Spanish Money versus American Expense
I’ve got Spanish money. By that, I don’t mean pesetas. Those haven’t been in circulation since 2002. Nor do I mean euros. They don't have much use here in New Jersey.
By Spanish money, I mean the amount of money that would lead to a nice standard of living in Spain. The problem with that is, I don’t live in Spain. I returned to the USA at the end of May to renew my visa. And all the time that I've been here, I realized that the biggest transition I needed to make was in managing a serious lack of dollars and cents.
By All Means
In Madrid, I managed to scrape by on about 1200 Euros a month. I was by no means rich or even comfortable, but I made it through. This meant that I had enough money to have a decent night out on the town. I even took a few trips both around Europe and to various regions in Spain.
In Minorca, things were much easier. I was able to live comfortably at around 900 euros per month. Although, to be honest, that isn’t exactly a fair comparison. There wasn’t much to spend money on during the offseason on a small Mediterranean Island. Besides, in Minorca, my standards were much lower. There comfortable generally meant lying in bed and watching Netflix all day.
But here in New Jersey, I find that lying and bed and watching Netflix is the only thing that I can afford to do. Despite having two, sometimes, three jobs, now that I’m stateside, I find myself more than a little cash strapped.
I first felt the pinch in at JFK. At the airport in Barcelona, I stepped out of the taxi and I grabbed the closest suitcase cart without a thought. They were everywhere and they were free. It was a simple non-transaction. I needed one to help me ferry my suitcases inside the building, and there were there in abundance to help me. But in New York, I realized that the same cart cost more than a thought. It was $6, to be exact.
Astonished and annoyed, I spent the rest of my time in the airport grumbling to myself.
“Why did I needed to pay money for something that had been free on the other end?” I thought as I stuck my card into the machine. It was the beginning of a series of complaints. Such as: “Who is responsible for this?” And “Why $6 dollars?” “Is that somehow better than $5, but not as offensive as $7?” I needed answers and wanted a refund. “What’s next?” I thought. “Would I have to pay for the carts at the supermarkets too?”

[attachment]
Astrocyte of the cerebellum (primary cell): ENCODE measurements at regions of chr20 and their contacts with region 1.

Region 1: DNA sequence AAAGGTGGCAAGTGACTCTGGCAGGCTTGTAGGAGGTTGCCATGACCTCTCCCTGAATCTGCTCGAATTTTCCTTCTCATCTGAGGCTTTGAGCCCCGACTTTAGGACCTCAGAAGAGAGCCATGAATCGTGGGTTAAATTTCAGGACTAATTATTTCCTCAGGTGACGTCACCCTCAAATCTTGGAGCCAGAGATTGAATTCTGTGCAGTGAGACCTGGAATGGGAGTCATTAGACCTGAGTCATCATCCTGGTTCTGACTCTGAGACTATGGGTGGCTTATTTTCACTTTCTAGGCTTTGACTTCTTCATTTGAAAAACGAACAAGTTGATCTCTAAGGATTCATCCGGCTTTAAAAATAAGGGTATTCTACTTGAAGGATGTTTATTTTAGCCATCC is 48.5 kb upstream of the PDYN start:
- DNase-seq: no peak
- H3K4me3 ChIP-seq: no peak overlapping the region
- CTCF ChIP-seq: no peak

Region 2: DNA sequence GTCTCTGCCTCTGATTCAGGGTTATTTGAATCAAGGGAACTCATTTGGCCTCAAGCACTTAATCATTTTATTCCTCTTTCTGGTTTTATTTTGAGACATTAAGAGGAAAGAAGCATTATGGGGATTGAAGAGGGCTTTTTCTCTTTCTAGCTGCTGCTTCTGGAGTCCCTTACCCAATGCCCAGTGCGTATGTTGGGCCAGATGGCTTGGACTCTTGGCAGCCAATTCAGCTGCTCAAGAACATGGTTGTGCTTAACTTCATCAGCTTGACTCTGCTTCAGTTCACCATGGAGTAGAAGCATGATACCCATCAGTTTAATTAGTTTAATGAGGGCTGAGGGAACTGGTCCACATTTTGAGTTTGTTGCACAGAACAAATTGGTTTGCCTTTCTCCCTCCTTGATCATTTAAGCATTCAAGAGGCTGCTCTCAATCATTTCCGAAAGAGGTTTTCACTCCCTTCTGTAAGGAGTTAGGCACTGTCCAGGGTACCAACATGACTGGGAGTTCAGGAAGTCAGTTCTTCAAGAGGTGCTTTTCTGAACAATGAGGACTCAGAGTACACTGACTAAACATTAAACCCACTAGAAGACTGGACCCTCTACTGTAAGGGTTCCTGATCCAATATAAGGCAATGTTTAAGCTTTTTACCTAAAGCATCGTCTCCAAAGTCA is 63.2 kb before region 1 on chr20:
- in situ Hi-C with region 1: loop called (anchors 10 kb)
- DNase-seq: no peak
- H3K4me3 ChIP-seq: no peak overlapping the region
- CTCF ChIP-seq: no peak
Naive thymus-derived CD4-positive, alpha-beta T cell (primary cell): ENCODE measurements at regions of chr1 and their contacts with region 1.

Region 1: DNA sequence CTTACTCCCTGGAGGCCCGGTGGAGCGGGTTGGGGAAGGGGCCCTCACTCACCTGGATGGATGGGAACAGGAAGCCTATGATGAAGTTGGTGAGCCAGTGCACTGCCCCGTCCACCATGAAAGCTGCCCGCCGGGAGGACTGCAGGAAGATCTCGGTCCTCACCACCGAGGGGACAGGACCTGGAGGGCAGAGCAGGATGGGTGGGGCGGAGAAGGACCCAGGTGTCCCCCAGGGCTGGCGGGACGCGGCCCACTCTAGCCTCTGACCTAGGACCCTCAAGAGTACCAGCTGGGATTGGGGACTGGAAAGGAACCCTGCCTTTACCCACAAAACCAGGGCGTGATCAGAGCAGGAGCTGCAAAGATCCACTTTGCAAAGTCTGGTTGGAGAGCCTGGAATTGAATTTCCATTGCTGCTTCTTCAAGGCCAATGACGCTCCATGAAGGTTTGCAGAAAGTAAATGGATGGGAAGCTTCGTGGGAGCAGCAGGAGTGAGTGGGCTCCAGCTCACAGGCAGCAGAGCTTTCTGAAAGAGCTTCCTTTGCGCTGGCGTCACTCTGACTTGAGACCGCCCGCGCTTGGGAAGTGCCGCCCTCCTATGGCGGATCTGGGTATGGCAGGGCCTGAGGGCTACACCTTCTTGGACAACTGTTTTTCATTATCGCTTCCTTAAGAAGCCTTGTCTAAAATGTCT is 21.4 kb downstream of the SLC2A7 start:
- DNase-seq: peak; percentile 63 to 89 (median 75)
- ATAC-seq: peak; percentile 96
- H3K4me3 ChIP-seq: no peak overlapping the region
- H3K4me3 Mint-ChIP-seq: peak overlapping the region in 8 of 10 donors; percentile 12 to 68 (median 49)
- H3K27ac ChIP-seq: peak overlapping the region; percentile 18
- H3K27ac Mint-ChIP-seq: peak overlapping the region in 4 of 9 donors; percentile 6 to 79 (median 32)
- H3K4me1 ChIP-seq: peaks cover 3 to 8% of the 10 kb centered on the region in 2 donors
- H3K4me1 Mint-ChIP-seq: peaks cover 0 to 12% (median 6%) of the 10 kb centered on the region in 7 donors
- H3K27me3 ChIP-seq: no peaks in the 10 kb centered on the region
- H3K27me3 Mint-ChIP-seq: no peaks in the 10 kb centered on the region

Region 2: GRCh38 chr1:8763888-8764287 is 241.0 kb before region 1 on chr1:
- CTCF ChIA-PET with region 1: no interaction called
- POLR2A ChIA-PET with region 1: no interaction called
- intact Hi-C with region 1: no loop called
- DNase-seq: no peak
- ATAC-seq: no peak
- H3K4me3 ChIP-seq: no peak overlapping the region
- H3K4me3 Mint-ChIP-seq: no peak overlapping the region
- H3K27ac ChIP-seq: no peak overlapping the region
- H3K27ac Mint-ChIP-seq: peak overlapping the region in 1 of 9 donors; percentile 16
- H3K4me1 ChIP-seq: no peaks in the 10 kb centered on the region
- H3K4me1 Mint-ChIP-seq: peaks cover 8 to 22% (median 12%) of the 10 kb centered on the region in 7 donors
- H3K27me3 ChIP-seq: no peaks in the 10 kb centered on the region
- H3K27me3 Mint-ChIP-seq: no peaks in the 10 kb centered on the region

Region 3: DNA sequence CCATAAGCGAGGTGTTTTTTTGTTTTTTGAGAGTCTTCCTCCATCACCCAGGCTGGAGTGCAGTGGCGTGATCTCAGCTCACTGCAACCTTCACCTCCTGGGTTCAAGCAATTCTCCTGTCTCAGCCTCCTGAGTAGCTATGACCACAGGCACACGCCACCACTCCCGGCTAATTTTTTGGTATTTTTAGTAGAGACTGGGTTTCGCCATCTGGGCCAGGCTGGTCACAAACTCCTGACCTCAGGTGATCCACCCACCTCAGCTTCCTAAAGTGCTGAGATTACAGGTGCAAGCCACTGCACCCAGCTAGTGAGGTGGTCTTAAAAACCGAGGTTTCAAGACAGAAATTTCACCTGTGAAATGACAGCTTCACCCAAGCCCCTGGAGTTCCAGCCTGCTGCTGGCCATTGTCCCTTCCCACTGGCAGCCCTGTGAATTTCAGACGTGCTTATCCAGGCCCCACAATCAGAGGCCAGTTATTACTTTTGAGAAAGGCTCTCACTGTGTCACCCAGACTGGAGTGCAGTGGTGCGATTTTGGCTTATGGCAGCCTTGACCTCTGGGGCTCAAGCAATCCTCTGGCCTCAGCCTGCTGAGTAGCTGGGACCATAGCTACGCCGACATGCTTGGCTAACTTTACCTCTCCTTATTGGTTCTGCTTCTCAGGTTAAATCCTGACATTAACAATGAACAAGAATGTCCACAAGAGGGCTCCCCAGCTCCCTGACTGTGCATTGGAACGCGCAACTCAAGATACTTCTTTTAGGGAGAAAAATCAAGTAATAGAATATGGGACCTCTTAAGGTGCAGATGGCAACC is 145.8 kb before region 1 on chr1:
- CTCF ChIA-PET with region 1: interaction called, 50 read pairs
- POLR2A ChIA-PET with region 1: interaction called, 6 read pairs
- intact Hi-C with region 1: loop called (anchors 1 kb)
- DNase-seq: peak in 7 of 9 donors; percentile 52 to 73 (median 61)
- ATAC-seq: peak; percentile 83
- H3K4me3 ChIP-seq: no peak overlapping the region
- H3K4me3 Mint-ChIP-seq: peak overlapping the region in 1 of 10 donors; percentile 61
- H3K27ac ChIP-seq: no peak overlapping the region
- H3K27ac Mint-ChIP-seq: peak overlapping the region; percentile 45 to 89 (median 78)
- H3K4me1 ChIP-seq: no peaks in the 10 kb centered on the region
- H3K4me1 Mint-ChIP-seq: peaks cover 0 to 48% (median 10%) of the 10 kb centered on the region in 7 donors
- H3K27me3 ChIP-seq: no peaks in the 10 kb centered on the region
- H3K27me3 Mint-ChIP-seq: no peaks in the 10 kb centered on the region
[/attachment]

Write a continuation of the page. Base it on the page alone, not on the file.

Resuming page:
Well, not exactly. But speaking of supermarkets, it is now my position that the American variety are nothing if not a huge rip-off. Here’s why: On my first stateside trip to the grocery store, I decided to forego my former favorite haunt—Whole Foods. I knew well enough that I couldn’t afford to pay $50 for a bag of kale and a box of almond milk. So, instead, I chose buy my lettuce at what used to be considered the budget supermarket.
As I perused, I filed my cart with vegetables and avoided the meat aisle. I had done the same thing in Spain to keep costs down. Though I hadn’t shopped there in two years, I wasn’t completely naive. I knew that it would be somewhat expensive. But I expected to pay no more than $50 or $60 dollars. In Minorca, a cart with the same content would have cost approximately 35-40 euros.
But I wasn’t in Minorca anymore I soon realized. By the time the girl at the register had finished ringing, the total was over $100 dollars. I was floored. And a bit panicked. I didn’t even know if I had enough money to cover it. Despite all the issues I had while living in Spain, that fear of whether or not my card would work had generally evaded me.
Luckily, I left with supermarket with both my cart and my dignity in tact. But I was still amazed that non-organic vegetables that had been shipped in from Peru had cost me so much stress and money.
The last lesson I learned was never to exchange my money at a bank.
This one really took me by surprise. I showed up at my local branch with 150 euros in tow. I asked the teller if I could deposit it into my American bank account and she obliged. Everything was going well until she told me the rate.
In exchange for the 150 euros I gave her, she would deposit 155 dollars in my bank account. For those who don’t know, the Euro is generally stronger than the dollar. And after two years of being paid in Euros, I knew the approximate exchange rate off the top of my head. The rate should have been between 170 and 175 dollars at the minimum. There was absolutely no way that 150 euros were almost equivalent to dollars. But I was powerless. I needed to use the money and as I stated earlier, euros are useless in New Jersey.
After nearly two months, I adapted my staying indoors and searching for more streams of income. It has been far from easy. But it is a reminder of the old saying, you never know what you’ve got till it’s gone. And I know one thing for certain now, as soon as my visa clears, I will be gone. Despite its (multitude) of issues, at this point in my life, I'd rather be in a place where I can keep my money where I can see it and use it. And for me that means in my bank account, not in my grocery cart.